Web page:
Playing All The Hands You’re Dealt
Fargo is in the conversation for the best show on TV right now. I just finished up with the third season which, like the first two seasons, had a great combination of suspense, dark humor, crime, solid characters and a heavy dose of Minnesota accents.
In one of the best scenes in the season finale Nikki Swango, a fugitive on the run with a score to settle and a sniper rifle pointed at her head, is talking bridge with V.M. Varga, one of my new favorite TV villains of all-time. She tells Varga that there are hundreds of millions of different hands you can be dealt in the game of bridge (I looked it up and it’s well over 600 billion).
Considering bridge is played with a 52 card deck this is an unfathomable amount of different hands to consider.
In many ways, this is how I view security selection in the financial markets. I was reminded of this while reading a great piece by Jason Zweig this weekend. Using CRSP data, Zweig showed how the number of stocks in the U.S. market has fallen substantially since the late-1990s:
The number of smaller stocks has fallen off a cliff:
Back in November 1997, there were more than 2,500 small stocks and nearly 4,000 tiny “microcap” stocks, according to CRSP. At the end of 2016, fewer than 1,200 small and just under 1,900 microcap stocks were left.
A combination of burdensome regulations, increased private equity investment and more controlling start-up leadership have all conspired to decrease the number of small firms entering the public markets. One of Zweig’s conclusions here is that a shrinking number of stocks has made it even harder than ever to outperform because it’s becoming harder to differentiate your stock picks.
While I’m in agreement with Zweig’s assessment I think there could be some other stuff going on here, as well.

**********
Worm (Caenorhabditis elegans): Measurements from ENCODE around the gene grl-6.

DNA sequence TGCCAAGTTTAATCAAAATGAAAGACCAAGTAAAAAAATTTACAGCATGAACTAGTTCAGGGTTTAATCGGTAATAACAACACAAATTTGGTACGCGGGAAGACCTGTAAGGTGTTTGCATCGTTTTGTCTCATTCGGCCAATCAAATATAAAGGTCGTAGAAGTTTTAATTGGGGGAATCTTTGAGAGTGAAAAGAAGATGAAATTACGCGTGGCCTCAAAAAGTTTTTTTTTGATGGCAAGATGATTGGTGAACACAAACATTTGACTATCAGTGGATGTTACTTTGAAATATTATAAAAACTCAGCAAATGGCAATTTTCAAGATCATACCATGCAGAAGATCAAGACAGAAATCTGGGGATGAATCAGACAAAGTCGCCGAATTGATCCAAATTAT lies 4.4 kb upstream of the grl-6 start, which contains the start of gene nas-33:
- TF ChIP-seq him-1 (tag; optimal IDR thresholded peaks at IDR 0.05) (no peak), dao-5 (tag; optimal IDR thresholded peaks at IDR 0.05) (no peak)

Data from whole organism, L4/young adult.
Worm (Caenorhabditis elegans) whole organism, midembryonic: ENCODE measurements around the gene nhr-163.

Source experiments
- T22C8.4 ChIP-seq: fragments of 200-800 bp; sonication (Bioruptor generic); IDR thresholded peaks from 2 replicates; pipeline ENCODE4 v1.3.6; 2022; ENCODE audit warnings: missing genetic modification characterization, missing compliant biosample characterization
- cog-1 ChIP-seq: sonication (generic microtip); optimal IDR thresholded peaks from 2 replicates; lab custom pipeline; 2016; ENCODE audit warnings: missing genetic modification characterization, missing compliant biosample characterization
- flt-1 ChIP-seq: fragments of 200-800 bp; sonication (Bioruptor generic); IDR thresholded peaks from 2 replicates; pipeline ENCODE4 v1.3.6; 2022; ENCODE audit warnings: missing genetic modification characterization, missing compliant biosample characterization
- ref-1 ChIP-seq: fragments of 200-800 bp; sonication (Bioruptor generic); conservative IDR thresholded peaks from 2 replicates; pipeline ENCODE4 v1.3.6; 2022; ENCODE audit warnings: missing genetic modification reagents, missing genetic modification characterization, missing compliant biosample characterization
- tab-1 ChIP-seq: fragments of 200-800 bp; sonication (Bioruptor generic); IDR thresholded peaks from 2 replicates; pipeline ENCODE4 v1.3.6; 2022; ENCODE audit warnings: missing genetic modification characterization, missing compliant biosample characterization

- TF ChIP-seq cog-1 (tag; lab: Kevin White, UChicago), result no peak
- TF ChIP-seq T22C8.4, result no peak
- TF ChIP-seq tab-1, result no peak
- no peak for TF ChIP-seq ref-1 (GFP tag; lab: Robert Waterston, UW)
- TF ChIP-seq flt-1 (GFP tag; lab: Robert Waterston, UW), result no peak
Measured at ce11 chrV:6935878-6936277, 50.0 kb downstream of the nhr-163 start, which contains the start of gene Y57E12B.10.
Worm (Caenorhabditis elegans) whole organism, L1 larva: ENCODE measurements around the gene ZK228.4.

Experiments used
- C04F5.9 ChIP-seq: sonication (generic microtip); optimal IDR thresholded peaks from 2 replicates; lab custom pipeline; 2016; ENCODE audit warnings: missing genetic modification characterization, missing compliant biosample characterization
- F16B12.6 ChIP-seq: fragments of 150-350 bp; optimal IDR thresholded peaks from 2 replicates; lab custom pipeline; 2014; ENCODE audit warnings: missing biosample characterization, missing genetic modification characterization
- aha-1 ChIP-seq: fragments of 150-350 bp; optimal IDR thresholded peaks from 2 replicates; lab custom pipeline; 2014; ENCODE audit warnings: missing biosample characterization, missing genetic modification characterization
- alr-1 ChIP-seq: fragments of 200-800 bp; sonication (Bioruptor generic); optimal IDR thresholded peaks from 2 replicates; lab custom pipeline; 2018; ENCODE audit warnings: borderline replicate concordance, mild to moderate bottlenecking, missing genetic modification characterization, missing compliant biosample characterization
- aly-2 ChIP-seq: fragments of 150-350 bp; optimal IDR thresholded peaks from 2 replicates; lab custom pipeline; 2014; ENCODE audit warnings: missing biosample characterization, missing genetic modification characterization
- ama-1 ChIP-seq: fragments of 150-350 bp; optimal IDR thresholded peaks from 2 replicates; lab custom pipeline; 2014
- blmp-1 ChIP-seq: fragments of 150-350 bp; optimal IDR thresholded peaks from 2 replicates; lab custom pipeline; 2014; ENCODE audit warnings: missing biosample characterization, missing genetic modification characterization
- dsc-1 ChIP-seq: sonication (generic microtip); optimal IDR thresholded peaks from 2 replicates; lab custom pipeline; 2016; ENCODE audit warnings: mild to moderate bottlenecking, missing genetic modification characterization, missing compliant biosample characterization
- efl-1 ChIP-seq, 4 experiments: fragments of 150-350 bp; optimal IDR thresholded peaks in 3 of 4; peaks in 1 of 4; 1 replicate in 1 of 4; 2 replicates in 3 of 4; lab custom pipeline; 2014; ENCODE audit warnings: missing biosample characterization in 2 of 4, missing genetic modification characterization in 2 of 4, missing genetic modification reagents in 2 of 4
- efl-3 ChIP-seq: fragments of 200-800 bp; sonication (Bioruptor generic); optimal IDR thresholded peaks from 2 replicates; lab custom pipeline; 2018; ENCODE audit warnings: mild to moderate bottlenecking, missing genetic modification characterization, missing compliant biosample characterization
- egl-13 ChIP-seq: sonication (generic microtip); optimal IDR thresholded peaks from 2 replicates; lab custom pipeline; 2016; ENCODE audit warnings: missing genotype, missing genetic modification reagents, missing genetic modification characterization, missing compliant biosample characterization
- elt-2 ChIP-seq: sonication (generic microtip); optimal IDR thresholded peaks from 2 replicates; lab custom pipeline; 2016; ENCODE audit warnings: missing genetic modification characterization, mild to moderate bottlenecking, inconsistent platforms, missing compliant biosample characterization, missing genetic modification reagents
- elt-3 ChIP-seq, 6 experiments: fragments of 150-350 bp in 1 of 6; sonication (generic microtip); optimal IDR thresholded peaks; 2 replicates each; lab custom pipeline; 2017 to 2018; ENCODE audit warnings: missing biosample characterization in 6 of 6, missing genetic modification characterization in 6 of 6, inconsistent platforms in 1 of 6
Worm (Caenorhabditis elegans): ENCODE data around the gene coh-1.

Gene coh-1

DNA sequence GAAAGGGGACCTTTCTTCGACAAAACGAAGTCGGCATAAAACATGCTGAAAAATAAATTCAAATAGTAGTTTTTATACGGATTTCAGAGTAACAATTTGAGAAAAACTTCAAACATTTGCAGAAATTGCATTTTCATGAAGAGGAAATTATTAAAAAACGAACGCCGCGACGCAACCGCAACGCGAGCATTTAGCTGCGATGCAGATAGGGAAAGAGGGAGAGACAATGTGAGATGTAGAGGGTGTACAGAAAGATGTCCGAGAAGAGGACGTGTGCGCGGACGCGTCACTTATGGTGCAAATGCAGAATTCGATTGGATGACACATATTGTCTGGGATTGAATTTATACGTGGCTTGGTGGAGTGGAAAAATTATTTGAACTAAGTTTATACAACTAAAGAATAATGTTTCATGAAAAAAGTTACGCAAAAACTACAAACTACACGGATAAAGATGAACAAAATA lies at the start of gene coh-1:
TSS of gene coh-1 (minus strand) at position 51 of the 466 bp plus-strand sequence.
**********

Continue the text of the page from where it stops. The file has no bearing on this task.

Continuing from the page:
Although there are far fewer U.S. stocks, there have never been more fund options available to investors. According to ICI’s 2017 Factbook, as of year-end 2016, there were more than 16,300 mutual funds and over 2,500 ETFs.
Going back to my Fargo bridge stats, while there may be fewer individual listed companies, there have never been so many combinations of stocks to choose from. Stock-picking will likely continue to be marginalized as investors focus more attention on these different combinations in the form of asset allocation, strategies, styles and sectors. Allocation-picking is becoming the new stock-picking.
It’s also possible that the late-1990s were just as much of an aberration with a high number of companies as today is for a low number. There were likely a huge number of small and microcap companies that went public during the dot-com bubble that had no business doing an IPO in the first place. Most of these companies have now been taken private, acquired or gone out of business.
The U.S. is also the outlier in terms of a shrinking stock market when compared to the rest of the world. I’ve used these stats from Dimensional Fund Advisors before but they bear repeating:
Even though the number of U.S. listed companies have fallen significantly in this time, the number of global equities has grown by roughly 10,000 since 1995. And many of these foreign and emerging market stocks are of the smaller variety. The MSCI All Country World Index only counts around 9,000 of the 33,000 total stocks globally as investible in terms of liquidity, volume, market cap and price.
The U.S. opportunity set may be shrinking but globally there have never been more securities available. In many ways, global diversification has never been easier (cost effective) or harder (more choices than ever).
The stock market in the U.S. seems to be something of a winner-take-all with larger companies becoming stronger and stronger. Maybe this makes sense with a more mature economy. But around the world, there are still plenty of smaller companies going public offering investors the opportunity to take part in early-stage growth corporations.
This is one of the main reasons I believe a home bias in U.S. equities could prove to be a poor choice going forward over the coming decades as the developing world plays catch-up.
The U.S. has been the clear winner over the past century. There’s no guarantee this trend will continue. In the words of V.M. Varga, “The past is unpredictable.”